Barcoding Analysis for Identification of Insect Species on Decaying Remains

Authors

  • Mgr. Ing. Tamara Mifková Department of Forest Ecology, Faculty of Forestry and Wood Technology, Mendel University in Brno, Zemědělská 3, Brno 613 00, Czech Republic https://orcid.org/0000-0002-5425-4183
  • prof. RNDr. Aleš Knoll, Ph.D. Department of Morphology, Physiology and Animal Genetics, Faculty of Agrosciences, Mendel University in Brno, Zemědělská 1, 613 00 Brno, Czech Republic https://orcid.org/0000-0002-4230-8535
  • Ing. Kristýna Skoupá 2Department of Morphology, Physiology and Animal Genetics, Faculty of Agrosciences, Mendel University in Brno, Zemědělská 1, 613 00 Brno, Czech Republic

Keywords:

forensic entomology, barcoding, COI, BOLD, BLAST

Abstract

The identification of necrophagous individuals on a dead body is most often associated with forensic practice and the field of forensic entomology. Insects are found on a dead body depending on climatic conditions, with the seasons naturally accelerating the decomposition of tissues, and successive waves gradually reducing the amount of soft tissue remaining. The aim of this work was to compare the composition of the necrophagous invertebrate species occurring on the different carcasses (Gallus gallus vs. Sus scrofa f. domestica). A second objective was to evaluate which of the identification tools comparing COI gene sequences is currently more appropriate for barcoding and whether there are significant differences in the results of the BOLD and BLAST identification tools between the samples examined. Molecular determination was done using Sanger sequencing of the COI fragment of mitochondrial DNA. In total, 96 individuals and 13 species were identified in the Gallus gallus carcass and 50 individuals and 17 species on the Sus scrofa (f. domestica) carcass. Calliphora vomitoria was determined as most abundant species in both carcasses. The reliability of the BOLD and BLAST identification methods is comparably high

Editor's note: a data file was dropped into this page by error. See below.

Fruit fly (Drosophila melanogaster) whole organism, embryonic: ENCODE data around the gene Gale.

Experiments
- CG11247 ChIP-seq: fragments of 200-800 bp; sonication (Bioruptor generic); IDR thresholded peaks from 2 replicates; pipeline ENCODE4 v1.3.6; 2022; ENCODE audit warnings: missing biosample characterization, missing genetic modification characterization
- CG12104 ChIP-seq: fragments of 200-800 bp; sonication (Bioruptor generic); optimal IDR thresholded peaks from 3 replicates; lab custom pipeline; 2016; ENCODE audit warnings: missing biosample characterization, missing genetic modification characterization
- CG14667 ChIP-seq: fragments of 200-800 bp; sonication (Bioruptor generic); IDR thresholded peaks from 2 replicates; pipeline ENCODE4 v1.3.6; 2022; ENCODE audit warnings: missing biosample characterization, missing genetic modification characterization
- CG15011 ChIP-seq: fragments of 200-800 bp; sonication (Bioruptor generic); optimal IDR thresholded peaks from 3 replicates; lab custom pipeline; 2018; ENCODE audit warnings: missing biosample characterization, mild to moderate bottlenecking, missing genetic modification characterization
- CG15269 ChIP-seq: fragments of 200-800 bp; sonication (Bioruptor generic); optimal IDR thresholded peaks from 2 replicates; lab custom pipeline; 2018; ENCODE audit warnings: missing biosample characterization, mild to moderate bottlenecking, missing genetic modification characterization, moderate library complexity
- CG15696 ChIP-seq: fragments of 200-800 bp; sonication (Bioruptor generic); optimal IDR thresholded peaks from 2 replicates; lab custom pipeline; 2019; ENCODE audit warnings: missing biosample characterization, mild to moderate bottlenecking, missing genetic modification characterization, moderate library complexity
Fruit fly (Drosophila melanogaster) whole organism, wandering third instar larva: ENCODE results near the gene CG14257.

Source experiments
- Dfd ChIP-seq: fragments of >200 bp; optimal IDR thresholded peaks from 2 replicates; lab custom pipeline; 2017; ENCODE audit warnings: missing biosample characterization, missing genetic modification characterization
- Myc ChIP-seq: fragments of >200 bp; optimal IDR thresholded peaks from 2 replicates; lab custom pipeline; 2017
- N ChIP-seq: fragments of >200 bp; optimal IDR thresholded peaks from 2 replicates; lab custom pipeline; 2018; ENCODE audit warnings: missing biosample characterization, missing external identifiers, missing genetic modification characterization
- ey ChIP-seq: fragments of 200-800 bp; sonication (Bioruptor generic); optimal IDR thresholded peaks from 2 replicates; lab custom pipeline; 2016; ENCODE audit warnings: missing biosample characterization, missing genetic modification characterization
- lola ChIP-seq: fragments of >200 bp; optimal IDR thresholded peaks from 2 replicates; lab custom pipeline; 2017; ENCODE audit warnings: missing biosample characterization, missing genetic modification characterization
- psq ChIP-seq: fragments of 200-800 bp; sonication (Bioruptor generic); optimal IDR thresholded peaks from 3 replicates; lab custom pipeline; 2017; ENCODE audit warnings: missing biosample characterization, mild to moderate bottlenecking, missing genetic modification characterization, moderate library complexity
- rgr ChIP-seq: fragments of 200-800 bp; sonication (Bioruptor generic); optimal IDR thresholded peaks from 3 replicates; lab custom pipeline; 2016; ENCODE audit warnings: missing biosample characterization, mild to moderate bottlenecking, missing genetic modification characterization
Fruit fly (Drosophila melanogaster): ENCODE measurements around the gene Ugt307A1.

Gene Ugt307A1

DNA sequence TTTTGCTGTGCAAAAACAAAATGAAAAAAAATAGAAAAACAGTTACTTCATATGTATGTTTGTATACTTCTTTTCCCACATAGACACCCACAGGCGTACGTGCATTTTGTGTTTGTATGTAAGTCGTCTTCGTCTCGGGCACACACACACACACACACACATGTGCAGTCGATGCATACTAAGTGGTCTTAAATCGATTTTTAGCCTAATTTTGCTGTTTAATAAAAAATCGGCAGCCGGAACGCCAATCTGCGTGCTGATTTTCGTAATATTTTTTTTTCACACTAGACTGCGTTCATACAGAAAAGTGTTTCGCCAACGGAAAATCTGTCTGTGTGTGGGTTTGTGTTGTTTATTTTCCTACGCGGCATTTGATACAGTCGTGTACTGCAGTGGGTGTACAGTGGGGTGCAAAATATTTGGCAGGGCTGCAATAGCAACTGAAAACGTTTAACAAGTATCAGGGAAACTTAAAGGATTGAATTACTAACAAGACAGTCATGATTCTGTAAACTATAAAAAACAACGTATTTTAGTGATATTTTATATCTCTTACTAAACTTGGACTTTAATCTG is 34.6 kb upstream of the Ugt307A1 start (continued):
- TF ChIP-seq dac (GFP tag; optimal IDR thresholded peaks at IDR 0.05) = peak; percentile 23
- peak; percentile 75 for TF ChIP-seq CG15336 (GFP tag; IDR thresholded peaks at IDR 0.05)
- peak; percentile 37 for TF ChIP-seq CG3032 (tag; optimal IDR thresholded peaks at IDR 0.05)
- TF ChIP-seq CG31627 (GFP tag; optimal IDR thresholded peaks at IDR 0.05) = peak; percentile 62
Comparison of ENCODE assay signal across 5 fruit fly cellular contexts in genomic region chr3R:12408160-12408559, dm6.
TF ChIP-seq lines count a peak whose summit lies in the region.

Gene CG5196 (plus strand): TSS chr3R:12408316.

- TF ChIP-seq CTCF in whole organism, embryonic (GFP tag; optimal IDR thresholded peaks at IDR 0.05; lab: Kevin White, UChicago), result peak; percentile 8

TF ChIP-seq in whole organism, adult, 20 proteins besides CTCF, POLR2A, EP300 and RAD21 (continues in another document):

Author Biographies

  • Mgr. Ing. Tamara Mifková, Department of Forest Ecology, Faculty of Forestry and Wood Technology, Mendel University in Brno, Zemědělská 3, Brno 613 00, Czech Republic

     

     

     

  • prof. RNDr. Aleš Knoll, Ph.D., Department of Morphology, Physiology and Animal Genetics, Faculty of Agrosciences, Mendel University in Brno, Zemědělská 1, 613 00 Brno, Czech Republic

     

     

     

  • Ing. Kristýna Skoupá, 2Department of Morphology, Physiology and Animal Genetics, Faculty of Agrosciences, Mendel University in Brno, Zemědělská 1, 613 00 Brno, Czech Republic

     

     

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Published

2024-01-08

Issue

Section

Animal Science